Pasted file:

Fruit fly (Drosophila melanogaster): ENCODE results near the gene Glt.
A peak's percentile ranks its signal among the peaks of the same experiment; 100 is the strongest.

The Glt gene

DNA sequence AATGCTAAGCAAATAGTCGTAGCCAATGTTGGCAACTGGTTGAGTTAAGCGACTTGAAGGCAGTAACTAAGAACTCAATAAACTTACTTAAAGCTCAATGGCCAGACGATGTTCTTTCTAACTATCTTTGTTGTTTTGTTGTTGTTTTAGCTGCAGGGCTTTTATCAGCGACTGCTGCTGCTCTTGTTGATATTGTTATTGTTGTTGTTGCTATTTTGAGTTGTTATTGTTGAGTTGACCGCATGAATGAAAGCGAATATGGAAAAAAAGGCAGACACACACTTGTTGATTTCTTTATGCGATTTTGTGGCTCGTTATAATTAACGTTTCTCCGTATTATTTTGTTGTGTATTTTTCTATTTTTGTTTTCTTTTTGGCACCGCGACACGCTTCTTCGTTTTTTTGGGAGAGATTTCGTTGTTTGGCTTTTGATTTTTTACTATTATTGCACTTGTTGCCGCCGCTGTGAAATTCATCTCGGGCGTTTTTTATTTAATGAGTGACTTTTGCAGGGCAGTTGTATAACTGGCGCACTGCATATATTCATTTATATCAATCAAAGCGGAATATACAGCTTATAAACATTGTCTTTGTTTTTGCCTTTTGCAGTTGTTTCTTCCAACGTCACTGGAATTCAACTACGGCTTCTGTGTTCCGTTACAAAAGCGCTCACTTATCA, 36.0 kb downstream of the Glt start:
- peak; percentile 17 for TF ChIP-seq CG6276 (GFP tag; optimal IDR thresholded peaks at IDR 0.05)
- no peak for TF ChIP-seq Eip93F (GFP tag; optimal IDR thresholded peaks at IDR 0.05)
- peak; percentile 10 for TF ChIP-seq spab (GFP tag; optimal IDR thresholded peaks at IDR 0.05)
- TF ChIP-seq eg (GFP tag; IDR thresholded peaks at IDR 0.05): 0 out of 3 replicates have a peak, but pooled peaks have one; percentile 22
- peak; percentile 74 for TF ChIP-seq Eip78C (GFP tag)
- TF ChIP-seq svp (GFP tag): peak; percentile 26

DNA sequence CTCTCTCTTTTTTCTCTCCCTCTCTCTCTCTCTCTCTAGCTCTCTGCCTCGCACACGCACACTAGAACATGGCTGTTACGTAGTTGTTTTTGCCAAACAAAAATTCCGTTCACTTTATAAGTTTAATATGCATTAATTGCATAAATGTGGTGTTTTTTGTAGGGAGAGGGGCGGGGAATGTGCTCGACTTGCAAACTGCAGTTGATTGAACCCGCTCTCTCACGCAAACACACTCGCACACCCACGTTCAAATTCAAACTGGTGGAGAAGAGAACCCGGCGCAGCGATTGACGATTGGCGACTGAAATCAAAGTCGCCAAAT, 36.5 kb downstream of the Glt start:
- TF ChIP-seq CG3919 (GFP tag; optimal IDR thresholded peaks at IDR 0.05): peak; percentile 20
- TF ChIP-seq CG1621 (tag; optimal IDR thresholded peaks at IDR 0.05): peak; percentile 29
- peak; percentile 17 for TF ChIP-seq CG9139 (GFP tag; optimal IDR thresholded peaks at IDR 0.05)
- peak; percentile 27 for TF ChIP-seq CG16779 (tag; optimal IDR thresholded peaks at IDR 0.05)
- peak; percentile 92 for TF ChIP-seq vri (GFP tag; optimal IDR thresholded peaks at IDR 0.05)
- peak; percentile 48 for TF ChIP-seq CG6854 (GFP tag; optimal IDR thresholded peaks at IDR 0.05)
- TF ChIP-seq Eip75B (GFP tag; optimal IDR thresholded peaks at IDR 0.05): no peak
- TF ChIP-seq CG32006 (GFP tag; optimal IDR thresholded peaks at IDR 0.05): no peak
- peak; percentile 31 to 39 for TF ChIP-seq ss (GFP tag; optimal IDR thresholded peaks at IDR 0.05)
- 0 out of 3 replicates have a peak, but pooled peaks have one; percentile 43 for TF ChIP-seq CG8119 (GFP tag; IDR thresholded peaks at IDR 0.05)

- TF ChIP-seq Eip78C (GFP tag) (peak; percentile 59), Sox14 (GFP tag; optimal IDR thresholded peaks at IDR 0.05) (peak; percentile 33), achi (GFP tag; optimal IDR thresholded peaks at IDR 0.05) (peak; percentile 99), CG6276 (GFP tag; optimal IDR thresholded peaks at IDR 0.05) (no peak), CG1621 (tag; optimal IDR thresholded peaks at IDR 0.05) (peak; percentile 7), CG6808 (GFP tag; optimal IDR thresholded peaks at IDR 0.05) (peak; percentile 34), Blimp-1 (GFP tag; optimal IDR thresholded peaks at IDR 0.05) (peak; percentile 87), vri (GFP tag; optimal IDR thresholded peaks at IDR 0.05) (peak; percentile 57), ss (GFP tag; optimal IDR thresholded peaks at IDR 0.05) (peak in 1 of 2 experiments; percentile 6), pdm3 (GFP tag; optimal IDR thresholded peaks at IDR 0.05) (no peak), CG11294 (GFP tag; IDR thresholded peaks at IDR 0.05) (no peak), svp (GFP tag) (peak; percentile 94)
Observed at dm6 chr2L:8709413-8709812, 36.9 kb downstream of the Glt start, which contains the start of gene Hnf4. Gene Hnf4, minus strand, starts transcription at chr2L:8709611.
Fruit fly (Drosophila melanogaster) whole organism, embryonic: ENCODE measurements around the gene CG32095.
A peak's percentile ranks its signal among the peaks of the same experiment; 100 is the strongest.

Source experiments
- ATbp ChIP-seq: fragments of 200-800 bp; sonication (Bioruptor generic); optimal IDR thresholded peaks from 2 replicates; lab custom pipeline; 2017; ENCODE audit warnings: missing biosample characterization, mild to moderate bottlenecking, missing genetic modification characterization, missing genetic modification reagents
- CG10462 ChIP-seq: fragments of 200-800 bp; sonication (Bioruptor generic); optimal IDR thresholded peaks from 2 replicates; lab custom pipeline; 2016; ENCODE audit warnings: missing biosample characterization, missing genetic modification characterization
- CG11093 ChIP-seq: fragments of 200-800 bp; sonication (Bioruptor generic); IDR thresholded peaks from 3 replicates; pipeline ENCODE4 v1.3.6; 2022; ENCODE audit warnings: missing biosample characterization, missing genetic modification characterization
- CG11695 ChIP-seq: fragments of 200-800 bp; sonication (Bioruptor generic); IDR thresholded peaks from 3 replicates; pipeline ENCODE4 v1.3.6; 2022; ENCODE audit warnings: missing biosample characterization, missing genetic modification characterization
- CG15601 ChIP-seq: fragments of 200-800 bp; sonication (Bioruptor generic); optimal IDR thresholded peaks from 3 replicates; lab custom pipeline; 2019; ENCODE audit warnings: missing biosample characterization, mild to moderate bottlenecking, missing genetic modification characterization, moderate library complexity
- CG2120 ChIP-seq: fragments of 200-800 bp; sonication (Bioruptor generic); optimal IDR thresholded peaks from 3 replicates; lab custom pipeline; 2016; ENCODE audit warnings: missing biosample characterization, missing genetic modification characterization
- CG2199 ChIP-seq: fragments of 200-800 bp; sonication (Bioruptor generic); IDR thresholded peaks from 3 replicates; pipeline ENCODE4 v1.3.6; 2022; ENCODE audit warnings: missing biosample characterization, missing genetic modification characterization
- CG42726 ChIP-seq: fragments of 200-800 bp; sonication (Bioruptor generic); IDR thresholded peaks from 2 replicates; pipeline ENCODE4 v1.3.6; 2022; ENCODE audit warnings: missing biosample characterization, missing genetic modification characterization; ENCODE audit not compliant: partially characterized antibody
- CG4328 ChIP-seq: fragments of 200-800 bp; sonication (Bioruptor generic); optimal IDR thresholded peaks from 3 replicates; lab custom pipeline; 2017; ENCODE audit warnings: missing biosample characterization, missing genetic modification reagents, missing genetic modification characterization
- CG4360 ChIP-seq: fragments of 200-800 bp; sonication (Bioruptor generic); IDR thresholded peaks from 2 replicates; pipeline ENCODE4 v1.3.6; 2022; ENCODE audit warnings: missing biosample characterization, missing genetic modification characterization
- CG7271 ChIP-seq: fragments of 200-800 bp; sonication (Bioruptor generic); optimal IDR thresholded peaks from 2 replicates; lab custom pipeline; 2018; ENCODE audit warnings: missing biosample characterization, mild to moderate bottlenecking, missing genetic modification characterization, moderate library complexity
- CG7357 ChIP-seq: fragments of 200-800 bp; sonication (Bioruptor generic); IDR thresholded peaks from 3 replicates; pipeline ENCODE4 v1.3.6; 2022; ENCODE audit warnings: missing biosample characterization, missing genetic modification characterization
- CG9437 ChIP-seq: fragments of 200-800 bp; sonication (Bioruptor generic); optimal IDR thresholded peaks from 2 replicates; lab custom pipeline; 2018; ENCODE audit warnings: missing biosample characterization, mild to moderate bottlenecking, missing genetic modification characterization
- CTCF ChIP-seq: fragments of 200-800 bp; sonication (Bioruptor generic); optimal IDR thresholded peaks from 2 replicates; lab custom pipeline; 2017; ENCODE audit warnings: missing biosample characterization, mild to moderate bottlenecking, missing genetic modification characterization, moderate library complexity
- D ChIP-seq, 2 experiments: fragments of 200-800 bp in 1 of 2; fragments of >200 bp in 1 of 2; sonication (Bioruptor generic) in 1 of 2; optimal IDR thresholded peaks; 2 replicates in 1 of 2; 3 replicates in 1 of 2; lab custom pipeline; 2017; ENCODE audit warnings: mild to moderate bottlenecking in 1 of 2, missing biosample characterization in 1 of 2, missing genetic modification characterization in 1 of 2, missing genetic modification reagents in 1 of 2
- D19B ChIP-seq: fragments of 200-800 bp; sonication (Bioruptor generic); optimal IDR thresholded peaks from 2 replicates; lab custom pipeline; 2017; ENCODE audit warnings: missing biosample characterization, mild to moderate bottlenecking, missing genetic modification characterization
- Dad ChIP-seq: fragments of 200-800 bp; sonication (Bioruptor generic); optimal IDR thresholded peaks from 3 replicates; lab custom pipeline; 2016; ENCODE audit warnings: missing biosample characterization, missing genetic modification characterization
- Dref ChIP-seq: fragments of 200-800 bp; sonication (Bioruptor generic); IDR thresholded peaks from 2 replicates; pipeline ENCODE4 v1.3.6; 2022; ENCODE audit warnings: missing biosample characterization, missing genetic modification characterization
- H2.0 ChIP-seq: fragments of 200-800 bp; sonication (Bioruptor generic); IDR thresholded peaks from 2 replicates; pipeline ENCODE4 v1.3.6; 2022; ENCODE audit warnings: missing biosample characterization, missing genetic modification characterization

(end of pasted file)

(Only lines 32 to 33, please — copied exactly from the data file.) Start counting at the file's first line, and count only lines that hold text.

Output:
- CG2120 ChIP-seq: fragments of 200-800 bp; sonication (Bioruptor generic); optimal IDR thresholded peaks from 3 replicates; lab custom pipeline; 2016; ENCODE audit warnings: missing biosample characterization, missing genetic modification characterization
- CG2199 ChIP-seq: fragments of 200-800 bp; sonication (Bioruptor generic); IDR thresholded peaks from 3 replicates; pipeline ENCODE4 v1.3.6; 2022; ENCODE audit warnings: missing biosample characterization, missing genetic modification characterization